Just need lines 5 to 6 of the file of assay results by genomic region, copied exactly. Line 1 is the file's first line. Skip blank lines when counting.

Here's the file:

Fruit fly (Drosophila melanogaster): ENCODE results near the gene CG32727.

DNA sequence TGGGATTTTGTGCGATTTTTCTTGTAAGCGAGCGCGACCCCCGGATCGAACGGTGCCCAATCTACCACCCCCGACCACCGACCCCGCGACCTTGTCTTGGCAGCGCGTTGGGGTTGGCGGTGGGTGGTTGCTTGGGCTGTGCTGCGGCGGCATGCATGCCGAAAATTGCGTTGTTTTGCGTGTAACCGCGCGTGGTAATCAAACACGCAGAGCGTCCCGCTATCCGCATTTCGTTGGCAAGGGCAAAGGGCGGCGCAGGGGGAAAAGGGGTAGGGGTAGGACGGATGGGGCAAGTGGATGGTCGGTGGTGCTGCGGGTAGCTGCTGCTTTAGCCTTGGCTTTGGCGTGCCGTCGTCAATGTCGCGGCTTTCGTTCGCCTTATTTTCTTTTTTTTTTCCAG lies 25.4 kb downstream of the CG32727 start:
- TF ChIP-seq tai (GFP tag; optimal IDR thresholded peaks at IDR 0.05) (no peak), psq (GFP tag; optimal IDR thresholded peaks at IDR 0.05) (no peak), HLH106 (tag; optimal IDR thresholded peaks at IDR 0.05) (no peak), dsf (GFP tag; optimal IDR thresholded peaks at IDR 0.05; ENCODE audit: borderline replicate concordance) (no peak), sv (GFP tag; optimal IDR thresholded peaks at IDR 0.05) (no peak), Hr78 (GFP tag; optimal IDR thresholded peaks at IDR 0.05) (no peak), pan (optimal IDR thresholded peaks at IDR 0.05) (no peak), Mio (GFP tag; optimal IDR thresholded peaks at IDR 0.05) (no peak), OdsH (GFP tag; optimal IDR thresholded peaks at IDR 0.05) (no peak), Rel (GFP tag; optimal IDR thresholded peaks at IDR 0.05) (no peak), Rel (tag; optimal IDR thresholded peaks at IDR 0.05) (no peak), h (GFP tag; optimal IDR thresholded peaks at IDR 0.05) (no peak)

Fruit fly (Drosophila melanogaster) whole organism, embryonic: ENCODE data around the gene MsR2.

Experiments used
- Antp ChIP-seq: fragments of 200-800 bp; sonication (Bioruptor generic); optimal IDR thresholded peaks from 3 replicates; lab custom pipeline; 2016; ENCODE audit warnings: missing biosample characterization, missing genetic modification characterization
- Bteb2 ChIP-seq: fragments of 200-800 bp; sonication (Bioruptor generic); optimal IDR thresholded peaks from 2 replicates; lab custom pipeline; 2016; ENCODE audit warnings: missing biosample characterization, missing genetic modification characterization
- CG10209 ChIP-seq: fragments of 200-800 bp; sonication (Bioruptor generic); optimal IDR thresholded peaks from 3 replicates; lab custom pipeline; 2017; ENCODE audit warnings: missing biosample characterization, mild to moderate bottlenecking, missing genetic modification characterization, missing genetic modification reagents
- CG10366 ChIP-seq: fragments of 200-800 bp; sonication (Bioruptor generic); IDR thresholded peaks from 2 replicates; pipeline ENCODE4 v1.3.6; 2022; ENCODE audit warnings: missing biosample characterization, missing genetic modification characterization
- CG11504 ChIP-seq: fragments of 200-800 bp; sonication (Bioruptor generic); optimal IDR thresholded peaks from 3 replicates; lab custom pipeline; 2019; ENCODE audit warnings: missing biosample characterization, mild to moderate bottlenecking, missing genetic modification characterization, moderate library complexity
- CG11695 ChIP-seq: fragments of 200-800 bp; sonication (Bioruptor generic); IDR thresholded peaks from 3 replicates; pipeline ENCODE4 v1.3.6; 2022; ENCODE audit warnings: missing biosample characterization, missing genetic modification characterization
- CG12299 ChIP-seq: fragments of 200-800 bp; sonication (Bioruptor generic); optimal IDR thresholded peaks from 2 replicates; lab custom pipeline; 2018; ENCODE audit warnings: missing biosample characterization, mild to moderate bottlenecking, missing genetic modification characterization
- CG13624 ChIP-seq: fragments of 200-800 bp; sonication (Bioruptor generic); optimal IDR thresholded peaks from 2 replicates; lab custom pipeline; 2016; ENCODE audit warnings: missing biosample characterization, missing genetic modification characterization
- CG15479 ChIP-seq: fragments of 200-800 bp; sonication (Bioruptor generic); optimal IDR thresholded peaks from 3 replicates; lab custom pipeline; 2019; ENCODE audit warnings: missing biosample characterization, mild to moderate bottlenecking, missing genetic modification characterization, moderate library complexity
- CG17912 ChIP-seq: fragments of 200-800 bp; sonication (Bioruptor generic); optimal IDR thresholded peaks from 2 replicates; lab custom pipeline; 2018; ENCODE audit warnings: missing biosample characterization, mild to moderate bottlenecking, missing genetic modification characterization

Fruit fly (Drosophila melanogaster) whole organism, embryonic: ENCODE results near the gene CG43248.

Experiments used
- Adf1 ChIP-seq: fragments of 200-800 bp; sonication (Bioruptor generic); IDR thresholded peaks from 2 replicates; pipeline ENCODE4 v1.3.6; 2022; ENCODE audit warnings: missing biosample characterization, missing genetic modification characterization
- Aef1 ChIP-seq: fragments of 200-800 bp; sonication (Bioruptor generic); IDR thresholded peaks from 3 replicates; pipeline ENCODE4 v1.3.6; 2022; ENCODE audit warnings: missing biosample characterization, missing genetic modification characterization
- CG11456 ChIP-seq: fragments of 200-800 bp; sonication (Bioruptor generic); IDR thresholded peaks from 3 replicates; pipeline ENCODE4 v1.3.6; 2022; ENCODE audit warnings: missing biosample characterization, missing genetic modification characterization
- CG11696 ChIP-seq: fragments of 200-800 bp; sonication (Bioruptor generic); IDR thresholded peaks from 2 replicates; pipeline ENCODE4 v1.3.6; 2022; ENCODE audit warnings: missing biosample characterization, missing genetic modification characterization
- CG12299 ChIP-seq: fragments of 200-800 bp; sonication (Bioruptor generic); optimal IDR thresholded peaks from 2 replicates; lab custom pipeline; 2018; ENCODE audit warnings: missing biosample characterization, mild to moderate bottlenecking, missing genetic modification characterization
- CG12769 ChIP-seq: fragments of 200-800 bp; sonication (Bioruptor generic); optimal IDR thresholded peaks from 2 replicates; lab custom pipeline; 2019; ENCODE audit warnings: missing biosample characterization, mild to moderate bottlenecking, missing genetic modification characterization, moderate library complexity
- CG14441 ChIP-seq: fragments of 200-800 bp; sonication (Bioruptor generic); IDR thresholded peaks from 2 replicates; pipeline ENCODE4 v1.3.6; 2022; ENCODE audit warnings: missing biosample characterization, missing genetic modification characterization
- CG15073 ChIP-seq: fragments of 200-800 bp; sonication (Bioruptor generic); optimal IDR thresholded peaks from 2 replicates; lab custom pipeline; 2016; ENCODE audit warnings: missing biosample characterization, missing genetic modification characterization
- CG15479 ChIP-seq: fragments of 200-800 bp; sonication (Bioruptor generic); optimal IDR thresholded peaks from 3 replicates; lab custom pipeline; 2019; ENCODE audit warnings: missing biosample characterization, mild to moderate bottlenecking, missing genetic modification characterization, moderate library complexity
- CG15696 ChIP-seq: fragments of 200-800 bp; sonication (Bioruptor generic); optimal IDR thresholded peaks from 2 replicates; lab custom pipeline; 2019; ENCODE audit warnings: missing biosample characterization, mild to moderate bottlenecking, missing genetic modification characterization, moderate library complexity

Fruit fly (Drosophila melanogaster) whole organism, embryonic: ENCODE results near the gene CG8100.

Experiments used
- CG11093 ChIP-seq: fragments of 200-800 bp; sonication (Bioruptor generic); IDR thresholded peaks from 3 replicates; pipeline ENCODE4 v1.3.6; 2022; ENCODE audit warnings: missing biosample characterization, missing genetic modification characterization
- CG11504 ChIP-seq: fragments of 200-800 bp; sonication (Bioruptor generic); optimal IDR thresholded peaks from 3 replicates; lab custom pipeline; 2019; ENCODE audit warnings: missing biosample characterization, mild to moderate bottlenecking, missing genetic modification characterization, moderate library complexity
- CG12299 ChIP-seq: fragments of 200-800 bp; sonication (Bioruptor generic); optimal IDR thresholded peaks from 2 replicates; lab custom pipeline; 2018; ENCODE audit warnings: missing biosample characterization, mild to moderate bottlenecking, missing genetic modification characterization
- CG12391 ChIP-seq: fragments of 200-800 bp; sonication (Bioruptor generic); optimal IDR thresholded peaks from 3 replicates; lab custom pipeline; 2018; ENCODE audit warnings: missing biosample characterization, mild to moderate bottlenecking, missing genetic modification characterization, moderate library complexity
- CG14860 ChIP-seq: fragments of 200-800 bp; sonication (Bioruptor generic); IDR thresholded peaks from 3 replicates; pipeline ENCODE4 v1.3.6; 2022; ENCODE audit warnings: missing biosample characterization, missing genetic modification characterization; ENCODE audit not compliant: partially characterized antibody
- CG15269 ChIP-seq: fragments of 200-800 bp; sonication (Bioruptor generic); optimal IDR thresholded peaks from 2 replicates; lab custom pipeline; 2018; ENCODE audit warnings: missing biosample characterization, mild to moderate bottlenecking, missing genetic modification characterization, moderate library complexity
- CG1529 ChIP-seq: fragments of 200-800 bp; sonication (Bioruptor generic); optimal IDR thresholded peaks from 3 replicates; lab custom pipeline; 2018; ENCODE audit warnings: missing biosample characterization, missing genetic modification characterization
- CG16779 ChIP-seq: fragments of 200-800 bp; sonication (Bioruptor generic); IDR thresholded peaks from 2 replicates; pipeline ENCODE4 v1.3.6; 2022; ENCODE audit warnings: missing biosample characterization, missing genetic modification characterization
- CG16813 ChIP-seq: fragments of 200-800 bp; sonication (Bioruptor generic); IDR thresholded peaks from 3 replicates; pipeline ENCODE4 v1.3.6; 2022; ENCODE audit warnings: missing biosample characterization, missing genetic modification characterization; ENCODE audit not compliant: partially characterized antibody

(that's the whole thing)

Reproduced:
Experiments used
- Antp ChIP-seq: fragments of 200-800 bp; sonication (Bioruptor generic); optimal IDR thresholded peaks from 3 replicates; lab custom pipeline; 2016; ENCODE audit warnings: missing biosample characterization, missing genetic modification characterization